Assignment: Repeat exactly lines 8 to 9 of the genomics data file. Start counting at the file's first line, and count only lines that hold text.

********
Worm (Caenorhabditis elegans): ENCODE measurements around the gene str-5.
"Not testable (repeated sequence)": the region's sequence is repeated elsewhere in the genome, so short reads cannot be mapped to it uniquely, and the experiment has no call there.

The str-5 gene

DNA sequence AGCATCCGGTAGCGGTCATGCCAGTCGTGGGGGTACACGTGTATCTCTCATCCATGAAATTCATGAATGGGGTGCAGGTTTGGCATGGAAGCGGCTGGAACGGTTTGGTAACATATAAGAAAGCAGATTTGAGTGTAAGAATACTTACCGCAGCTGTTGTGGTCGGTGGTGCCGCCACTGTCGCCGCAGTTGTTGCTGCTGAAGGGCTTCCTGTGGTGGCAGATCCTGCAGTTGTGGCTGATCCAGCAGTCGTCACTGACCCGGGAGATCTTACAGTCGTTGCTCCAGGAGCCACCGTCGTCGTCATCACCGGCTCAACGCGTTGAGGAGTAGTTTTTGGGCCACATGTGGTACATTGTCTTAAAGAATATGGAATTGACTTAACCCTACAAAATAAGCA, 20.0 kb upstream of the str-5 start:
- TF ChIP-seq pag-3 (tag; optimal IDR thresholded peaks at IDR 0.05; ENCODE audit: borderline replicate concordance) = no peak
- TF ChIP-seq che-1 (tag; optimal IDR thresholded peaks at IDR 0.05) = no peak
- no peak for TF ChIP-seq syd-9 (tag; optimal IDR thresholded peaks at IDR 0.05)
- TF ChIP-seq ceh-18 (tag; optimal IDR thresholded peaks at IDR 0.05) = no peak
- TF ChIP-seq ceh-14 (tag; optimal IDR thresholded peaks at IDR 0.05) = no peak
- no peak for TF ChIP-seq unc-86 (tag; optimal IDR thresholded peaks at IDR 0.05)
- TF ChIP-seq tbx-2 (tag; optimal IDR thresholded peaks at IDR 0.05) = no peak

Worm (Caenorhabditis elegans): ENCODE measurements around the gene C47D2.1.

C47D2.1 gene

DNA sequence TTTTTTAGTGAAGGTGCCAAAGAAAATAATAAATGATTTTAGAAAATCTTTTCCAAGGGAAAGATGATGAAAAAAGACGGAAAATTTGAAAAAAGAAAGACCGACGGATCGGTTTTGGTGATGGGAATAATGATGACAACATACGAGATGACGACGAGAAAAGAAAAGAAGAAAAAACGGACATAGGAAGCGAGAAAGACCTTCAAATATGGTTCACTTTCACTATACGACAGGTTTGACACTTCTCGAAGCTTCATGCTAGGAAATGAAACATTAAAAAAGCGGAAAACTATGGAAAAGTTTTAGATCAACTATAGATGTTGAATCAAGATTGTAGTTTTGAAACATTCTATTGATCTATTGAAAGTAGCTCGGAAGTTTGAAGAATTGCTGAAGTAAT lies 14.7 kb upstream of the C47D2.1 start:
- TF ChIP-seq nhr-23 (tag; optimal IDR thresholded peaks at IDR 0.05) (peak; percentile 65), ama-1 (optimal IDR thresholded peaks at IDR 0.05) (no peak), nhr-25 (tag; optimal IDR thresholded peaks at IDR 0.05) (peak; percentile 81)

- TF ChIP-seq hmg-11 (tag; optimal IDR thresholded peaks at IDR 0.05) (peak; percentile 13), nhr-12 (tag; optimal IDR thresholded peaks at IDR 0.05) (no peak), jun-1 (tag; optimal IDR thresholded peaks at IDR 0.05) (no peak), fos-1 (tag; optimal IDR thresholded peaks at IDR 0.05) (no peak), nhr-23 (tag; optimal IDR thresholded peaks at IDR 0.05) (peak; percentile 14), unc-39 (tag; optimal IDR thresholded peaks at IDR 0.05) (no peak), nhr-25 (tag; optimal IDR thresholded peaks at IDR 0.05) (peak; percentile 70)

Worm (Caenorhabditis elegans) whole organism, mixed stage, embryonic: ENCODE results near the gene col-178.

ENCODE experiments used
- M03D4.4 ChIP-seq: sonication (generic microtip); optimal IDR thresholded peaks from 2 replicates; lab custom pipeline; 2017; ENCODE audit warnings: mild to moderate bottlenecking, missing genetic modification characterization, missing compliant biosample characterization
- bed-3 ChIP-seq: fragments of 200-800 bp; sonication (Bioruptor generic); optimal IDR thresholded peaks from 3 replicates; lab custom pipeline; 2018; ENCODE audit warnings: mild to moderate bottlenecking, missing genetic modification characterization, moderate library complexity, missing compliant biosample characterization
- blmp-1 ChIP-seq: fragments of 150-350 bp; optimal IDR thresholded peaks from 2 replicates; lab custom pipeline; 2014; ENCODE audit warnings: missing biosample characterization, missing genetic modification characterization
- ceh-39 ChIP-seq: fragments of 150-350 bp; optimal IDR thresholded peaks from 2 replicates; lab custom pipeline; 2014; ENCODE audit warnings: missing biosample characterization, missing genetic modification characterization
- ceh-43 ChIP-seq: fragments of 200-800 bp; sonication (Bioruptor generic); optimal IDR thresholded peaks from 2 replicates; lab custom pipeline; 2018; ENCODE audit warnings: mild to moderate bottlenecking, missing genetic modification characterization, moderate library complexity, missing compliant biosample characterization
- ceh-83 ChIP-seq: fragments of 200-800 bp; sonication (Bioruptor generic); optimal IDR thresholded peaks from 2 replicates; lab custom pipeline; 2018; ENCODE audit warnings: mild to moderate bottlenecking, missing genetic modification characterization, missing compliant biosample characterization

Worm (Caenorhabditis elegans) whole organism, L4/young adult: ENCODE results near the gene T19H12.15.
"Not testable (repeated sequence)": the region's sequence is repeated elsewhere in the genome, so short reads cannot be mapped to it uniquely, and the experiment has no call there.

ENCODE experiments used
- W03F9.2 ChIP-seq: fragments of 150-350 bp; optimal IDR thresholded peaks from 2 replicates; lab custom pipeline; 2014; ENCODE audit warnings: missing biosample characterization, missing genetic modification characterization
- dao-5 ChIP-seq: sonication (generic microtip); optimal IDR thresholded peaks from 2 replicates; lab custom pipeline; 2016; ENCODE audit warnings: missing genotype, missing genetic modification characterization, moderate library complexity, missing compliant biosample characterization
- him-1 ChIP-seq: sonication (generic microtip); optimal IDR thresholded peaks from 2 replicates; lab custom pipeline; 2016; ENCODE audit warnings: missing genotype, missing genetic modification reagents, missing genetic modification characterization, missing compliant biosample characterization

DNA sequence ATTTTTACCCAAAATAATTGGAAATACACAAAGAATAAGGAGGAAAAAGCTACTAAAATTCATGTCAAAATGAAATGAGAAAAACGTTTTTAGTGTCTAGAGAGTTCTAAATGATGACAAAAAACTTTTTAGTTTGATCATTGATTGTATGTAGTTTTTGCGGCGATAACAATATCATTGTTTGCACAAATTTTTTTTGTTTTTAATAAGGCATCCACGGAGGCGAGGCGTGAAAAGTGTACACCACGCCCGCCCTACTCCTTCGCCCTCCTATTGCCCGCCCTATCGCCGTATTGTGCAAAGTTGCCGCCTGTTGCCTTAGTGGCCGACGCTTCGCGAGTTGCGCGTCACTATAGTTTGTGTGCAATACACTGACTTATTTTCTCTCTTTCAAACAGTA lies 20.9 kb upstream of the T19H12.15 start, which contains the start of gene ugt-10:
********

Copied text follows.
- TF ChIP-seq ceh-18 (tag; optimal IDR thresholded peaks at IDR 0.05) = no peak
- TF ChIP-seq ceh-14 (tag; optimal IDR thresholded peaks at IDR 0.05) = no peak